I don't think this is the case in China anymore, Peter. I enjoyed dinner at the house of friends last weekend who'd spent about three months recently in China and they indicated that Muslim was the religion of most growth there at this time. Christianity holds a popular second.

In fact, viewing scores of pictures taken at homes of Chinese residents, I couldn't say that there's a huge difference in lifestyle between here and there. Our houses tend to be larger. Their kitchens tend to be smaller, but their cooking pots tend to be MUCH larger. Comparing THEIR experience to that of a supervisor I had who took a trip about 15 years ago reflected MASSIVE change.

-- Anita (, March 12, 2002.

Anita, regarding my comment about torture and death, I had in mind the current treatment of the Falun Gong (sp?) which as I understand it is an inoffensive offshoot of Buddhism.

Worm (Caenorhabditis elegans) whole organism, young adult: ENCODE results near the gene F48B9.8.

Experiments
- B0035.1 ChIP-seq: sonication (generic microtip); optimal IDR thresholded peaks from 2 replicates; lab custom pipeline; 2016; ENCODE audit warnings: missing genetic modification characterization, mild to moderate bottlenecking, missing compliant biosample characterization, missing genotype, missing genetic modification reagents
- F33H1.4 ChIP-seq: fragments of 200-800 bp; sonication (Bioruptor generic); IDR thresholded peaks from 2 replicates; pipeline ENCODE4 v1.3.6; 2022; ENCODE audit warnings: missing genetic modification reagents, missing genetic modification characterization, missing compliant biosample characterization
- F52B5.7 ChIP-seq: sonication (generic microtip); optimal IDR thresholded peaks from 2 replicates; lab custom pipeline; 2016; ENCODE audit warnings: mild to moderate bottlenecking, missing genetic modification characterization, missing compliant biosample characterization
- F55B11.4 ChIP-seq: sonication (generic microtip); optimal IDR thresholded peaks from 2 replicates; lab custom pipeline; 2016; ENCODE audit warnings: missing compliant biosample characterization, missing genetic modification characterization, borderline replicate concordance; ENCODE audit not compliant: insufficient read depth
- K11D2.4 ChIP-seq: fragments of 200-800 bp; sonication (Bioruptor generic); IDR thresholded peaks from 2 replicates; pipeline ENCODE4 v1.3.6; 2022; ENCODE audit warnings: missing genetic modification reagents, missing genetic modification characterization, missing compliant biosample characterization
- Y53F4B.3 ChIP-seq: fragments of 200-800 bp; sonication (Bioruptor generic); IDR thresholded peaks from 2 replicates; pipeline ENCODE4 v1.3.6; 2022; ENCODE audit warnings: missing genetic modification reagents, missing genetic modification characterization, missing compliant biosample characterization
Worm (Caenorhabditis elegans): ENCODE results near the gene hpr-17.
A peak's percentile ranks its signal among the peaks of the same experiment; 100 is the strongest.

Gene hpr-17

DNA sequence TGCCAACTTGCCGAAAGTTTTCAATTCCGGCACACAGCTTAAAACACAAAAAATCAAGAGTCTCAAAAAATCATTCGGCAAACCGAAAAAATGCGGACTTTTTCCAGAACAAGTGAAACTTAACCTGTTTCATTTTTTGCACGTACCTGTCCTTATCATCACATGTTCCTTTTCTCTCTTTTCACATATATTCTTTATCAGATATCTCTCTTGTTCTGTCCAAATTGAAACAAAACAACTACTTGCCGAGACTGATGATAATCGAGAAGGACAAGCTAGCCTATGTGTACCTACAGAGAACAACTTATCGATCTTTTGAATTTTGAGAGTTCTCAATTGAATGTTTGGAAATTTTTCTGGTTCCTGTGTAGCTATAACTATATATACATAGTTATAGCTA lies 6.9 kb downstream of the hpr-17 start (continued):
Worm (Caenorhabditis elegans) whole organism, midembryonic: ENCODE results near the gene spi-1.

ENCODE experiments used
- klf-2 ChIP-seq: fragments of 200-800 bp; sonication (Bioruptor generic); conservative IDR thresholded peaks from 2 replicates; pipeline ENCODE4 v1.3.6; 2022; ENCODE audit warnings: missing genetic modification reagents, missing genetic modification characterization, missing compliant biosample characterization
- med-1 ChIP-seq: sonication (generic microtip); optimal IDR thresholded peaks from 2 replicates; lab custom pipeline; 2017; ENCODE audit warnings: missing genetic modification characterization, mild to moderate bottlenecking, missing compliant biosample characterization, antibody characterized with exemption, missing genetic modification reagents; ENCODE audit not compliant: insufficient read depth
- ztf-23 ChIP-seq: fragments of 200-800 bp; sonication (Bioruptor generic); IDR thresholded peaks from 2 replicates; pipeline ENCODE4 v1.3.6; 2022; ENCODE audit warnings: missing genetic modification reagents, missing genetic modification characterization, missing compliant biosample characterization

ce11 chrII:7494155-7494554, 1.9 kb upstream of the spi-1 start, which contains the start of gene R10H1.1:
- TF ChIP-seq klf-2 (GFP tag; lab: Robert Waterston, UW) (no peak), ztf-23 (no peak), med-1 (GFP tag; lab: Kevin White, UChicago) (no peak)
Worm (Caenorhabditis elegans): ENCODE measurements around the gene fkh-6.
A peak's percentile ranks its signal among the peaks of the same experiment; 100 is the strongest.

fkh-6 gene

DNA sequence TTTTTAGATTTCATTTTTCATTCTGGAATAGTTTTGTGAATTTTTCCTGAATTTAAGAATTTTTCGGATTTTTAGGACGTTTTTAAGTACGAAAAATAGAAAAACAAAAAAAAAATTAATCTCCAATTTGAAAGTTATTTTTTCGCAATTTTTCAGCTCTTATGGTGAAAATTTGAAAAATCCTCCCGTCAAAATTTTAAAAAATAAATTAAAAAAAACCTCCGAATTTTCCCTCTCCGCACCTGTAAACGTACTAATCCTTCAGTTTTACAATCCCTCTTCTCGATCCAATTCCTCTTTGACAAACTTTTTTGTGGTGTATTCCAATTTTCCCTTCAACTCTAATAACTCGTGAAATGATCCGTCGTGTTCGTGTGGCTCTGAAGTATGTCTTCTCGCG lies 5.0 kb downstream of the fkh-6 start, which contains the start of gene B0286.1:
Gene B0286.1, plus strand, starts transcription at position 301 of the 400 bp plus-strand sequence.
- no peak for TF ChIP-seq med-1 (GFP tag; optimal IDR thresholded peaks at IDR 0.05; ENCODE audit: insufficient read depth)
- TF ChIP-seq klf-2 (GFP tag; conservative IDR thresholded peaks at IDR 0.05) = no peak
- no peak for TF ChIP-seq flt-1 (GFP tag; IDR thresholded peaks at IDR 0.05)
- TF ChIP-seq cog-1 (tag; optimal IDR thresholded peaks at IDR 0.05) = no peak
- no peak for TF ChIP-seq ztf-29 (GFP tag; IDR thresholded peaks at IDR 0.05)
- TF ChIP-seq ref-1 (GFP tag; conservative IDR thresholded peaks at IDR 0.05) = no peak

Regarding Islam and Christianity, I strongly suspect (don't know for certain) that the top people, bishops and such, of the religions that can operate openly, are compliant people installed by the State.

-- Peter Errington (, March 12, 2002.

Peter, you miss the point. It's the size of the cooking pots, the fucking cooking pots, I tell ya.

-- (, March 12, 2002.

It's actually pretty handy Azolutely. No doubt to me that religion is a net postitive for preventing and ameliorating deadly human conflict. The other edge is top of the ratings right now but then ugly, minority behavior usually is. Guess it's one of those you'd have to be there things in order to appreciate.

-- Carlos (, March 12, 2002.

Peter: I'll ask my friends their opinion on that. I don't know how deeply they got involved with the religious angle on their trip, but I do know that they traveled totally unencumbered and were free to take pictures ANYWHERE. This is a far cry from what my supervisor experienced on his trip 15 years ago.